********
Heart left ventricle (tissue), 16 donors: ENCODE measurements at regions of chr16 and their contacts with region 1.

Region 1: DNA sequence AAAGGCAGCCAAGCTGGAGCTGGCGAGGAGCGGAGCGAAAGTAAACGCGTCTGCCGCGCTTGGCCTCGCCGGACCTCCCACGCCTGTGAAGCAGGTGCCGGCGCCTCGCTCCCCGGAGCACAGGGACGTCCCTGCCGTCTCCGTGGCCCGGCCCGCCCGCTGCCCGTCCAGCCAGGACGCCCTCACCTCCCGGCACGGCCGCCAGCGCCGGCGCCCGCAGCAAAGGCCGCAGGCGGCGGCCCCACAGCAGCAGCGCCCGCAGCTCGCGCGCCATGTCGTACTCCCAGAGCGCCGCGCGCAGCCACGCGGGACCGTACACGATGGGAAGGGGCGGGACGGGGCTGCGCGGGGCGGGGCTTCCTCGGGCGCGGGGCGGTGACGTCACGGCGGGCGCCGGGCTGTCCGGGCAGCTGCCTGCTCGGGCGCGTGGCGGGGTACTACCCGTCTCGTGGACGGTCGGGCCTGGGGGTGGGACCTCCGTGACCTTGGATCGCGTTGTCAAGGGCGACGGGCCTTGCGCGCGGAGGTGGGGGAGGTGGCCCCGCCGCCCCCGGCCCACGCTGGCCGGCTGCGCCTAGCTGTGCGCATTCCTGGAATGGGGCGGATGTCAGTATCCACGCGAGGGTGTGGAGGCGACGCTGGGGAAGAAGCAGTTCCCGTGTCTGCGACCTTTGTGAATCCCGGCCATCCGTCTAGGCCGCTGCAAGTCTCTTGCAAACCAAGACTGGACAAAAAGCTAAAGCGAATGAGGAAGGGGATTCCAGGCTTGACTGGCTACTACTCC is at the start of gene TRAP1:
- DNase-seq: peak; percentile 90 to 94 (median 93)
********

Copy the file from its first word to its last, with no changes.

Heart left ventricle (tissue), 16 donors: ENCODE measurements at regions of chr16 and their contacts with region 1.

Region 1: DNA sequence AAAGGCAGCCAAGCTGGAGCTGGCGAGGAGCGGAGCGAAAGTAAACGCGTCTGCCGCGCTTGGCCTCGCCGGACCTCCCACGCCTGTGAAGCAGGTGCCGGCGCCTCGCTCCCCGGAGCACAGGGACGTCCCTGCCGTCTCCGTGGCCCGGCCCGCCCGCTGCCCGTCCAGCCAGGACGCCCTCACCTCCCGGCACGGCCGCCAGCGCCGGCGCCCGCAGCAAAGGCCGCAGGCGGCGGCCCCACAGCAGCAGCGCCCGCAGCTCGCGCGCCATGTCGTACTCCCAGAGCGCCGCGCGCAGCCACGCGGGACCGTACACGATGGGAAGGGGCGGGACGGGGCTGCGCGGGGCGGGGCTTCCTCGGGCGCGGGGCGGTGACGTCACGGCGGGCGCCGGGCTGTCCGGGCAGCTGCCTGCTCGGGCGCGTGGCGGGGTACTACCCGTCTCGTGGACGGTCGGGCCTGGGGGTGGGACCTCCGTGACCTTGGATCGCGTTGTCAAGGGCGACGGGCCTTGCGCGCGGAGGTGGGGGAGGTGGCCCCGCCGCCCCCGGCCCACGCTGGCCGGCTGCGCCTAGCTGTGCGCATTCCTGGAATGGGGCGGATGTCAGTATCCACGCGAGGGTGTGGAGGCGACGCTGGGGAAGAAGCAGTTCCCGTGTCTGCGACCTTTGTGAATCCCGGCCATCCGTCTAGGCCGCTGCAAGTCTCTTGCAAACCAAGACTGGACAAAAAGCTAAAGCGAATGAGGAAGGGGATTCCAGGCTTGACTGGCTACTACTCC is at the start of gene TRAP1:
- DNase-seq: peak; percentile 90 to 94 (median 93)